In June 2023, WWoW, in consortium with Librairies Without Borders, won the "Humanitarian Innovation" call for projects issued by the Crisis and Support Centre (CDCS) of the French Ministry of Foreign Affairs and Europe (MEAE). BSF and WWoW decided to join forces to work together on a common theme, namely the development of technologies and contextualised online and offline content to prevent and combat conflicts and crises related sexual violence, by relying on civil society and local communities. The project began on 1 November 2023 and will run for 18 months.


After testing BackUp in the proof of concept phase in Burundi, Rwanda and Guinea-Conakry, the deployment of BackUp in North-East Nigeria constitutes the first medium-term deployment of BackUp in the field, in its final version and according to the deployment methodology developed by WWoW.  

The deployment of BackUp and the Ideas Cube (BSF) in the region should give survivors of sexual violence a place to speak out and access information on conflict-related sexual violence, facilitate their access to care services, and secure the information collected via the BackUp tool. The project also aims to better identify victims and their needs, and to document abuses in order to support the justice process and informed advocacy. Civil society organisations find it difficult to bring perpetrators of conflict-related sexual violence to justice due to a lack of expertise and resources. Even when they manage to do so, they still face obstacles in providing adequate medical, psychosocial and socio-economic support.  This project aims to support their capacities, but also to develop the justice and documentation aspects of these crimes, as well as their modus operandi.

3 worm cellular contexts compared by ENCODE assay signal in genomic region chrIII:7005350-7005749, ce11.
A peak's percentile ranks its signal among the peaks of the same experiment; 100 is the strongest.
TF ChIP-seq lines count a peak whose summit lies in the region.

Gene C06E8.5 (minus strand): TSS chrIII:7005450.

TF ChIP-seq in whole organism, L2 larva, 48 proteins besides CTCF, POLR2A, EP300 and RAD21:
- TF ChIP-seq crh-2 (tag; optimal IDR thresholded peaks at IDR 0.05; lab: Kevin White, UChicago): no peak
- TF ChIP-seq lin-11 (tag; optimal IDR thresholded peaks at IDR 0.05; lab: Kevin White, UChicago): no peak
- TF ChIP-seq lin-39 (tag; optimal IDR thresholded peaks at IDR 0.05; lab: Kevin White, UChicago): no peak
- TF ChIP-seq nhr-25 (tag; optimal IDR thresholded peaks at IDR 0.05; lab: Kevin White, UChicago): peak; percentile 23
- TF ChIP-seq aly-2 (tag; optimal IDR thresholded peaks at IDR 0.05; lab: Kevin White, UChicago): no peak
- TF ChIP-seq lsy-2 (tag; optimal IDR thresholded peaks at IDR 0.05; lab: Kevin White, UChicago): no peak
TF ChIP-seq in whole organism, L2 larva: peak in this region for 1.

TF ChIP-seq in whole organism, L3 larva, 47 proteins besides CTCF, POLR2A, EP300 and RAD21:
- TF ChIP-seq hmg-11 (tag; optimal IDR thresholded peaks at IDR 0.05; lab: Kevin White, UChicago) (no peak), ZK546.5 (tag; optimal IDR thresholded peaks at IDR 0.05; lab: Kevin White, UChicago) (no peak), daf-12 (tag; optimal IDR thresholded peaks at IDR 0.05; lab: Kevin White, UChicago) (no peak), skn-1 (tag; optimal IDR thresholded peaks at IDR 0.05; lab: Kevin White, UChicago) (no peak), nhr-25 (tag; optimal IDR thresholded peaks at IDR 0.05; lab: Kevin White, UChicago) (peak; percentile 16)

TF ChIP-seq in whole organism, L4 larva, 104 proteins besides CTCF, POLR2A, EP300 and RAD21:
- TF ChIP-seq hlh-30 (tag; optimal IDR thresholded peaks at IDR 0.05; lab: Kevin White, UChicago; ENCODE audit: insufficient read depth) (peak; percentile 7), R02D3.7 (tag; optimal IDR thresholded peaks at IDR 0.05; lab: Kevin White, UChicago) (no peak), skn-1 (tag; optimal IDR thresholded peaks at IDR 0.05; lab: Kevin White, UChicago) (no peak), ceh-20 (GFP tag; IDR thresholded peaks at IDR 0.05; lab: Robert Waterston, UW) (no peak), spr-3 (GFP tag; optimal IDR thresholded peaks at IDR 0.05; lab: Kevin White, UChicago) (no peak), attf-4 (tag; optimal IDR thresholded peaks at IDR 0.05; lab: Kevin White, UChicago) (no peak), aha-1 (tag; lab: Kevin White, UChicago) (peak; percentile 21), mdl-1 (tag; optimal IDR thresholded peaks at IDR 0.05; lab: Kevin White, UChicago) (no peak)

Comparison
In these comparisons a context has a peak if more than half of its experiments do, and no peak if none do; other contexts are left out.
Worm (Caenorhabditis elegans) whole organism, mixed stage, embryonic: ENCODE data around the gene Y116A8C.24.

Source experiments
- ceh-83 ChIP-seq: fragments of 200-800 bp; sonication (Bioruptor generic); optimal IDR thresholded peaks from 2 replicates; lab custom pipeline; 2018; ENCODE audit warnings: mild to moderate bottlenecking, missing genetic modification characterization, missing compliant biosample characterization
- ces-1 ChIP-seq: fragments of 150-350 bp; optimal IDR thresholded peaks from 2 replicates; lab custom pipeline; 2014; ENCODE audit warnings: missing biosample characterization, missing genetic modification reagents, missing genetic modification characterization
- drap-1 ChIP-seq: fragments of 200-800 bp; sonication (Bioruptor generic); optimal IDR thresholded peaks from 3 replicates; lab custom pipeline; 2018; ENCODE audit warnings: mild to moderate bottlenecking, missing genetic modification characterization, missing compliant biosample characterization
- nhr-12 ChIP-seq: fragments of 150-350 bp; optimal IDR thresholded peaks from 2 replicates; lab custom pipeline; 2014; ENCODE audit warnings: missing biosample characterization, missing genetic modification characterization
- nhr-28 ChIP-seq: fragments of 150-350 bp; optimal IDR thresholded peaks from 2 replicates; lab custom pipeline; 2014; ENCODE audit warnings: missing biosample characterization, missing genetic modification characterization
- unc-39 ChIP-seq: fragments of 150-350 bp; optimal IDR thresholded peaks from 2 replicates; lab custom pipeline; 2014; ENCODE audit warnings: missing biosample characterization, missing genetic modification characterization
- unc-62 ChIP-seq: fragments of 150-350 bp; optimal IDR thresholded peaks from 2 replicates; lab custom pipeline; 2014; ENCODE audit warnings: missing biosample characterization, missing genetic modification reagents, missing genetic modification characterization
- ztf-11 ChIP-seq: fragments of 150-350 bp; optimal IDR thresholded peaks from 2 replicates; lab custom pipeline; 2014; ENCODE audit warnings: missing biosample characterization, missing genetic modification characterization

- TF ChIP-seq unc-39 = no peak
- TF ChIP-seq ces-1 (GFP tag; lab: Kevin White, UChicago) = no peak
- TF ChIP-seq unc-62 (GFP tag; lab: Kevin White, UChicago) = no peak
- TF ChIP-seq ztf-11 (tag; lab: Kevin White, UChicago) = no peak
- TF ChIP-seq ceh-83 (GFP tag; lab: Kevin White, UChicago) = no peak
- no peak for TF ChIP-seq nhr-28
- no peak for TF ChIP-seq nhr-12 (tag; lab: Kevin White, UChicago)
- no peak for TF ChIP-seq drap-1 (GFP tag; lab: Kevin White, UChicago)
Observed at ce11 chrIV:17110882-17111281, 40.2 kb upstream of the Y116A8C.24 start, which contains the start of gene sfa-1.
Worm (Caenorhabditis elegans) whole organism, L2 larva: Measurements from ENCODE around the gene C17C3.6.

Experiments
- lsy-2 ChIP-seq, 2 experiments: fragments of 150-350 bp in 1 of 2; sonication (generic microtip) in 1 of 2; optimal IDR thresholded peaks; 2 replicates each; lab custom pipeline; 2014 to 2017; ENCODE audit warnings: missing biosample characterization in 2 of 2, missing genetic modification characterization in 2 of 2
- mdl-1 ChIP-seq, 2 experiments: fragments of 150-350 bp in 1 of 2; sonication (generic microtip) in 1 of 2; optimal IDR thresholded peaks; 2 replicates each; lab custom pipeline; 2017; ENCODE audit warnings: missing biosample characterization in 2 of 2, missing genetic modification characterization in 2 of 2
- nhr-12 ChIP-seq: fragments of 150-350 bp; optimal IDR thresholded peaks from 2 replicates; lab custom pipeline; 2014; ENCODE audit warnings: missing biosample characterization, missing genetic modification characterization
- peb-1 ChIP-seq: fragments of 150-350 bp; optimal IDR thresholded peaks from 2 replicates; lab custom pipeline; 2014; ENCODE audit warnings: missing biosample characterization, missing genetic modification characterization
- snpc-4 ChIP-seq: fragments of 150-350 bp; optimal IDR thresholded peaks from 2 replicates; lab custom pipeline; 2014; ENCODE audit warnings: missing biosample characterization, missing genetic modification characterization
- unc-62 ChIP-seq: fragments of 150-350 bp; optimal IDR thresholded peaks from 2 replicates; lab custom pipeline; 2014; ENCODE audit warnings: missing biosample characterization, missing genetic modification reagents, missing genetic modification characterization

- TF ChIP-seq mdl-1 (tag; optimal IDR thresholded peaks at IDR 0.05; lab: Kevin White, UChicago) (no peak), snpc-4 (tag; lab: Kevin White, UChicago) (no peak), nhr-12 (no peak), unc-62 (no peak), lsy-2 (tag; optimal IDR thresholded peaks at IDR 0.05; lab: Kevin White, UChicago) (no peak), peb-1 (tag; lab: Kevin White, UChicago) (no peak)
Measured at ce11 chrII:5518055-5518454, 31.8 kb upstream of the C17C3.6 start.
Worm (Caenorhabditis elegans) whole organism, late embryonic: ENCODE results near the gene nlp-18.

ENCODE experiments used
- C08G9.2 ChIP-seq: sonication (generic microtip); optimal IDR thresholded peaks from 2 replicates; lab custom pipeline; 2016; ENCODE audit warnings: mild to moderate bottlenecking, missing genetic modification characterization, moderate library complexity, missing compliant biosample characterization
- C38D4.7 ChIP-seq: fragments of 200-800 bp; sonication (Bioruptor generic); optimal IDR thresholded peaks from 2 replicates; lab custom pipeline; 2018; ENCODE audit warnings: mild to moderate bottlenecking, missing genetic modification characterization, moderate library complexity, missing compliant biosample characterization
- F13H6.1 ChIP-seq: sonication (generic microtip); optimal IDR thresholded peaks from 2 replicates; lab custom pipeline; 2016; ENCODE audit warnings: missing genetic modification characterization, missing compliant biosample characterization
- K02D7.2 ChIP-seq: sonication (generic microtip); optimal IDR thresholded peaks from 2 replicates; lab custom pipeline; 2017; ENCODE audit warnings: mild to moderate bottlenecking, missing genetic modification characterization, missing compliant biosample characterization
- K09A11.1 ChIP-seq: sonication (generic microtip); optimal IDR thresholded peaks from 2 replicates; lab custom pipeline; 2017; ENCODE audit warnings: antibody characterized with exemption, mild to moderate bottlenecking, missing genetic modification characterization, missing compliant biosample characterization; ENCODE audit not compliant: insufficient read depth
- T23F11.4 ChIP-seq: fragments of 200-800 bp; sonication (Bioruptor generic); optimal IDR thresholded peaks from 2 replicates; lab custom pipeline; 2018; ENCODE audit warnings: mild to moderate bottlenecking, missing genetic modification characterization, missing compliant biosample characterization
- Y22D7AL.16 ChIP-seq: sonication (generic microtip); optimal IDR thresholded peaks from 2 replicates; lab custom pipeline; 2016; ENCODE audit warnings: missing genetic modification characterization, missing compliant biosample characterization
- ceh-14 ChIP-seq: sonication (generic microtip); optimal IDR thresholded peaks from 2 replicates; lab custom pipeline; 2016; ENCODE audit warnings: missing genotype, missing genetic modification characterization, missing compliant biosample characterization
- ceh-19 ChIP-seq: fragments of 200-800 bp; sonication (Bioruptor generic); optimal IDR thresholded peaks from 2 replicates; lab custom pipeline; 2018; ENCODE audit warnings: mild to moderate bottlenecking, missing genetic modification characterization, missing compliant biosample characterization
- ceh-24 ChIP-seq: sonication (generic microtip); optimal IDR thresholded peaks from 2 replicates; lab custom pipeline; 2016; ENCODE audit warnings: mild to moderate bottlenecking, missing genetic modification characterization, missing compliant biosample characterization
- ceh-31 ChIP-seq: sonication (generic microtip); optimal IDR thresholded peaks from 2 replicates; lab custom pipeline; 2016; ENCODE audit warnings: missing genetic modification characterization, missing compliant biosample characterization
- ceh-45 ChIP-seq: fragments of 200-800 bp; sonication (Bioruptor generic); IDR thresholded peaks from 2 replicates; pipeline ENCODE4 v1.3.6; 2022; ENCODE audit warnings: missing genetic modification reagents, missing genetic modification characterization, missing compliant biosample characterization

This project in Northern Nigeria is part of WWoW's overall policy of developing accessible, functional and agile tools to better document and give a voice to survivors of conflict and crisis-related sexual violence. 

More specifically, the project funded by the French Crisis and Support Centre aims to : 

  1. Enable victims of sexual violence, or a third party, to share information about a crime in a secure manner via BackUp. 

  2. To enable victims, even in the most remote areas, to report and be identified thanks to the development of an offline version of BackUp, based on BSF's offline internet facilities.

  3. Enable victims of serious crimes to access care services thanks to the mapping of health services (carried out by WWoW teams) in Maiduguri and the surrounding area.

  4. Enable anyone to access contextualised content on conflict-related sexual violence in the region, via BackUp's new informative functionality (under development) and BSF's digital libraries.

  5. Collecting, storing and securing information on the Back Office, a criminal analysis tool developed by WWoW, in order to ensure the inalterability and non-repudiation of evidence.

  6. Centralising information collected on sexual violence abuses in the region, in order to produce reports and build advocacy with the ultimate aim of influencing public policy.

  7. Build the capacity of survivor and civil society networks; 

  8. Coordinate needs with international players, in particular with the office of the SRSG's Special Representative for the Prevention and Combating of Sexual Violence, as well as with the Mukwege Foundation and the UN bodies present.